Years ago, I remember sitting in English class studying the works of renown poet Robert Frost who famously wrote “… but I have promises to keep, and miles to go before I sleep.” Beautiful words … yes, but not really the best advice for a long, healthy life. Sometimes, sleep really is the best medicine, and it shouldn’t be put off. It’s just as important as what we eat and how much we move. So why is it that 1 in 3 Americans say they don’t get enough sleep? 30% report being short an hour of sleep daily while another 10% say they miss two or more hours every single night.
With 24/7 technology, remote working environments and the general “I’ll-sleep-when-I’m-dead” mentality of today’s aging population of millennials and GenZers, sleep deprivation is epidemic. It jeopardizes not only our safety at home, in the workplace and on the roads but also our overall wellbeing. Inadequate Zzzzs can compromise our health from so many angles.
Cardiovascular health. Because your body releases hormones while you sleep that are good for your heart and blood vessels, depriving them of these hormones can lead to high blood pressure and heart disease. When in non-REM sleep, your heart and breathing rates slow and your blood pressure drops giving this vital organ some much needed downtime.
Cognitive function. It’s no surprise that lack of sleep will grossly impair your ability to make decisions and solve problems. But did you know it could also affect your memory? While you sleep, linkages are made in the brain to connect events and images with the sensory data of the day. Without it, those memories are not solidified.
Metabolism. Quality sleep can regulate your blood sugar to ward off mood swings, sluggishness and type 2 diabetes. It can also help you maintain a healthy weight by stabilizing the release of the hormones that control your appetite. And bonus …when you’re rested, alert and have the energy to exercise, you boost your metabolism even more.
Balance. Proper sleep can contribute to good balance which is helpful to everyone from the athlete who wants to avoid injury to the senior citizen who wants to avoid a fall. Whether short or long term, sleep deprivation has a negative impact on motor control which in turns affects balance.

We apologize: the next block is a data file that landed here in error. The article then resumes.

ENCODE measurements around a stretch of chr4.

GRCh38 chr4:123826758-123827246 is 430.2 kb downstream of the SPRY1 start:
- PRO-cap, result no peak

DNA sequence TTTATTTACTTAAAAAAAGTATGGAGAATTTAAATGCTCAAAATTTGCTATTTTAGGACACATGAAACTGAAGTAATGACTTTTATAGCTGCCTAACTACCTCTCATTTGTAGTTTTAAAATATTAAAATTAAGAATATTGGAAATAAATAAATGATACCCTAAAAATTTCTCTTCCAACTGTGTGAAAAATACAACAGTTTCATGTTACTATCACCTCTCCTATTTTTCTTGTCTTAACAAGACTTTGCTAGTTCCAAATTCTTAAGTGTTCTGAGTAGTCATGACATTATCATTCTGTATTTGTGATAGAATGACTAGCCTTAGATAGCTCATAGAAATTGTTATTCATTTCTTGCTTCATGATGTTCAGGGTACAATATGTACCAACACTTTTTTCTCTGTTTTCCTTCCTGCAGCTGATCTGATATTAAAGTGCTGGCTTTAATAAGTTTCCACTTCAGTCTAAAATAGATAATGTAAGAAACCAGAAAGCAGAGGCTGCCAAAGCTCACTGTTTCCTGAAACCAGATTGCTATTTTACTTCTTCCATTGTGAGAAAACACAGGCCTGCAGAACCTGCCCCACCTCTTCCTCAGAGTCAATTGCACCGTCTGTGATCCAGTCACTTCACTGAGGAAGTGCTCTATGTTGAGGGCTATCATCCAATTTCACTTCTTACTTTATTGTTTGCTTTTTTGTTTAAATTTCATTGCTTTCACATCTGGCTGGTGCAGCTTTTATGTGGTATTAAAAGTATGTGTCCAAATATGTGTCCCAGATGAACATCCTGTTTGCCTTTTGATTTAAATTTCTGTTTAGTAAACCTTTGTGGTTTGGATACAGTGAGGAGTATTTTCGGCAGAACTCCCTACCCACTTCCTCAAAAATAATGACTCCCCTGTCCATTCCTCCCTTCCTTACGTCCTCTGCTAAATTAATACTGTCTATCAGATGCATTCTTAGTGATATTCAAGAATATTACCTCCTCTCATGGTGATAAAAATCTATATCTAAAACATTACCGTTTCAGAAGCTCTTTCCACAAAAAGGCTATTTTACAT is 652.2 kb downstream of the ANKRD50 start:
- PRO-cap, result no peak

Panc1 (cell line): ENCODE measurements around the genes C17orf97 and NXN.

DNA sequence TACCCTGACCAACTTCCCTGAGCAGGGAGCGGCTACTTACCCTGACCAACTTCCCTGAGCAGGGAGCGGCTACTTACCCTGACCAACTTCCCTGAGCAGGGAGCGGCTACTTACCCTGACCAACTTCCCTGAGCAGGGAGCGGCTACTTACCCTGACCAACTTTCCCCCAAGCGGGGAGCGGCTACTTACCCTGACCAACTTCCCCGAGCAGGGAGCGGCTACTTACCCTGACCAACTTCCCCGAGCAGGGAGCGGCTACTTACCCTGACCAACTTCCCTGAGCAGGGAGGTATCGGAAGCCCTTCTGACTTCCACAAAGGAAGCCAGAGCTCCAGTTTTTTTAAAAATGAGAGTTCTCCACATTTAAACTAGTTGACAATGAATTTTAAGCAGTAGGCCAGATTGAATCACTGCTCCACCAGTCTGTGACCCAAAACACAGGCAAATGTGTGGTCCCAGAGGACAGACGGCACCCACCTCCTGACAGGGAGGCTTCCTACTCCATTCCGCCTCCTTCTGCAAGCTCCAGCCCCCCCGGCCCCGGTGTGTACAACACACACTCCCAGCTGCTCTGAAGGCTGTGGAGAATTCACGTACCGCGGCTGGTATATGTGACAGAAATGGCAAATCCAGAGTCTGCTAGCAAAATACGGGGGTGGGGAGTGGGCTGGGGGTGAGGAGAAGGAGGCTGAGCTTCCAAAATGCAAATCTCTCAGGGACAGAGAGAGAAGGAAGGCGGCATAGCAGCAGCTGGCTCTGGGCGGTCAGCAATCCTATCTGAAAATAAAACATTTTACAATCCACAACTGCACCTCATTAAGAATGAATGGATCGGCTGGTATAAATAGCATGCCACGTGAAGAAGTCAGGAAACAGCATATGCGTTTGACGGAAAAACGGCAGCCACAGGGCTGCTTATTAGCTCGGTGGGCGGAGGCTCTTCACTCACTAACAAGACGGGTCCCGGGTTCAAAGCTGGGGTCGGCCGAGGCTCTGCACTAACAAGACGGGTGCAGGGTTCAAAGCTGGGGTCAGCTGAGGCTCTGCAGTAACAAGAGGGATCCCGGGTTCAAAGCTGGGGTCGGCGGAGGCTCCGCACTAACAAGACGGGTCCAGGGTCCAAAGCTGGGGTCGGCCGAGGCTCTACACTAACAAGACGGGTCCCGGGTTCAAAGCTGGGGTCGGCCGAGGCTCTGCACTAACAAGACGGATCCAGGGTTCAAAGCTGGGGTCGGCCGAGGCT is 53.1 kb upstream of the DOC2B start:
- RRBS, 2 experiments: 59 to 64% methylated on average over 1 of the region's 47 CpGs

Stress. Getting proper sleep reduces your stress levels which in turn reduces the risk of developing a broad spectrum of stress related health complications. Among the many issues that can result from sleep deprivation are heart ischemia, high blood pressure, gastrointestinal issues, dysmenorrhea, immunosuppression and more.
Inflammation. The dreaded root of so many health complications, inflammation can cause ulcers, asthma, arthritis and even dementia. When you sleep, your body releases proteins called cytokines that help control inflammation and stress. Put simply, less sleep means less inflammation-regulating proteins and your body’s ability to ward off these issues.
It’s cheap, it’s easy and you’re never more than a few minutes (okay, sometimes an hour) away from it. So put the prescriptions and OTC products away. Sometimes sleep really is the best medicine.
How do I know how well I’m sleeping?
There’s a large variety of tracking devices on the market to help you determine the quality and quantity of your sleep. Monitoring physical activity for the last decade, the Oura ring is a high-end option that gives you a nightly sleep score which is calculated using the amount of time spent in each stage of rest. For those on a more limited budget, the Amazfit Band 5 Activity Fitness Tracker offers many similar features including built-in ability to work with Amazon’s virtual assistant, Alexa.
Michele Robert Poche